I contacted Compaq's warranty department, and I had it sent in for repair. I gave them a list of issues it had, including the display problem. The laptop was sent away, and returned within a week.

The problems didn't go away, and in fact grew worse. The TV output port wasn't fixed, the power button was still moody, and something was now rattling around inside the computer itself. I called Compaq back, and they took it in for repair once again.

When I got it back, it had more problems than it left with. The serial port stopped working, and the TV output port still didn't work.

I became angry very quickly, so I started reading over my warranty paperwork. I came across an interesting clause that is still in Compaq's warranty to this day:

If, after repeated efforts, Compaq is unable to restore the product to good working order, you are entitled to a refund of the purchase price.

I didn't consider this laptop to be in "good working order", and I still had two years left on my warranty. I decided that's what I wanted. Give me my money back, and I'll get myself a real laptop. I called their customer service line, and the service representative told me they were unable to comply with my request. I asked my call to be escalated, and they did so after much hesitation. The next rep told me the same thing the first one did. Basically, they told me they'd be happy to bring it into the repair center and fix the problems, but I was not entitled to a refund. I argued with them, explaining that it had already been in to the repair center twice with no end in sight, but they didn't care, nor did they believe that a warranty is a legally binding document.

So instead of dealing with Compaq's useless "Customer Service" bullshit, I wrote a letter to Eckhard Pfeiffer, the then CEO of the company. I sent it certified, so he had to sign for it. He did. I got the little piece of paper back that said that delivery was confirmed, and he had signed it with his initials.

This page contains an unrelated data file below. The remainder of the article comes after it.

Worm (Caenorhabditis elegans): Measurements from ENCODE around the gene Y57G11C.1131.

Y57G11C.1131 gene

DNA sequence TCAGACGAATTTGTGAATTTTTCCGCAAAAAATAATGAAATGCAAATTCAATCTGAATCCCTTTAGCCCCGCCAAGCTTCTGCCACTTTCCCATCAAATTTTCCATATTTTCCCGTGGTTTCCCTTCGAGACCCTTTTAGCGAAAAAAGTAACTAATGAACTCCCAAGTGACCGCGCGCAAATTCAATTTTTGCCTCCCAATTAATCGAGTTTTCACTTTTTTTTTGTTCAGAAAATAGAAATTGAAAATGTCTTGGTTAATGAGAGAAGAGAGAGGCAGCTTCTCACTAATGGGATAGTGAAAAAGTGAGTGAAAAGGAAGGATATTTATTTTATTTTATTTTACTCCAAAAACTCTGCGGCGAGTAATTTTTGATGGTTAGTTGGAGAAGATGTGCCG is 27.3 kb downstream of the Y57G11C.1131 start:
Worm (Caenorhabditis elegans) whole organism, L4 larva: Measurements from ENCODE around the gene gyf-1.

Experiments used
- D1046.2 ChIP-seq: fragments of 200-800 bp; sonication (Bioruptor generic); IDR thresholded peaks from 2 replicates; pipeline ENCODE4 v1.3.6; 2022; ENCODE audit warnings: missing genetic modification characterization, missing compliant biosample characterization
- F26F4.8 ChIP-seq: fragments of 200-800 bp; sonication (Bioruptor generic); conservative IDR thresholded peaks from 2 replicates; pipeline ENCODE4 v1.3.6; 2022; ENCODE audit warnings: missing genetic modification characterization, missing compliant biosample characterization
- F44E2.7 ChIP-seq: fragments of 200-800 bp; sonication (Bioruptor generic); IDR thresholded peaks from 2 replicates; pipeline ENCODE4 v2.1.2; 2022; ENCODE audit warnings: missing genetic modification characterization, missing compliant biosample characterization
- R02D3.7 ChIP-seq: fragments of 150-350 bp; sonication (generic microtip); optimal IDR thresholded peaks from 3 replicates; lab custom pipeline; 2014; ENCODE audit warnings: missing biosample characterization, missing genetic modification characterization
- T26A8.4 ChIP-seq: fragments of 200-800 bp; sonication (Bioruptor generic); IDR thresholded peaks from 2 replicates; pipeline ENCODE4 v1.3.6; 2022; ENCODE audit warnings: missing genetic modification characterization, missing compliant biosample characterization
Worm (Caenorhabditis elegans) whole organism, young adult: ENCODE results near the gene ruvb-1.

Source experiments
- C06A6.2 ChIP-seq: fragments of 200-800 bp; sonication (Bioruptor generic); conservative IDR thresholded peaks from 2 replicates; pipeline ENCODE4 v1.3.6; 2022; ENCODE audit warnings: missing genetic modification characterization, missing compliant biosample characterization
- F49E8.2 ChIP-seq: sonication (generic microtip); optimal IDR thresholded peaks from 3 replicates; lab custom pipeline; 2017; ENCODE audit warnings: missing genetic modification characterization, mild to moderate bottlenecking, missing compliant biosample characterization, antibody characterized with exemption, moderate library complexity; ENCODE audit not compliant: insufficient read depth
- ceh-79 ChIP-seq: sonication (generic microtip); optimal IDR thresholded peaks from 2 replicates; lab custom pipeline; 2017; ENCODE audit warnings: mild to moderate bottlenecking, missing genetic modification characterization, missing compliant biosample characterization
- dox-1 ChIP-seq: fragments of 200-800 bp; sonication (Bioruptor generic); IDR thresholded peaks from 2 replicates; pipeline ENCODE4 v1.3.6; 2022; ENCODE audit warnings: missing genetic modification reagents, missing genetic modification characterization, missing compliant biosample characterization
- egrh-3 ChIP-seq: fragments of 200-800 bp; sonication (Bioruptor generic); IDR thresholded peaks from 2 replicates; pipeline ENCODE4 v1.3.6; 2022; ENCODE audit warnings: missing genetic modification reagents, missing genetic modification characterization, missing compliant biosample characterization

Later that week, I received a call from Mr. Pfeiffer's secretary. She told me exactly the same thing that the rest of the representatives told me. Compaq didn't feel that the number of trips my laptop made to the repair center constituted "repeated efforts", and I was not entitled to a refund.

By this time, I was pretty pissed off. Not only was I stuck with a piece of shit computer, the manufacturer also refused to uphold part of their warranty! To try to get something done, I wrote a letter to the Better Business Bureau of Florida and Texas (Compaq is based out of Dallas), and I also wrote a letter to the Department of Agriculture: Consumer Protection Division. Both organizations replied with notices that Compaq ignored their requests, and no further action could be taken because Compaq refused to cooperate. At the same time, I had also written a letter to PC Connection. To sum up the letter, I pretty much told them that "I'm not looking for anything from you guys, I just want you to know what kind of company you're doing business with." I then detailed the entire situation from start to finish.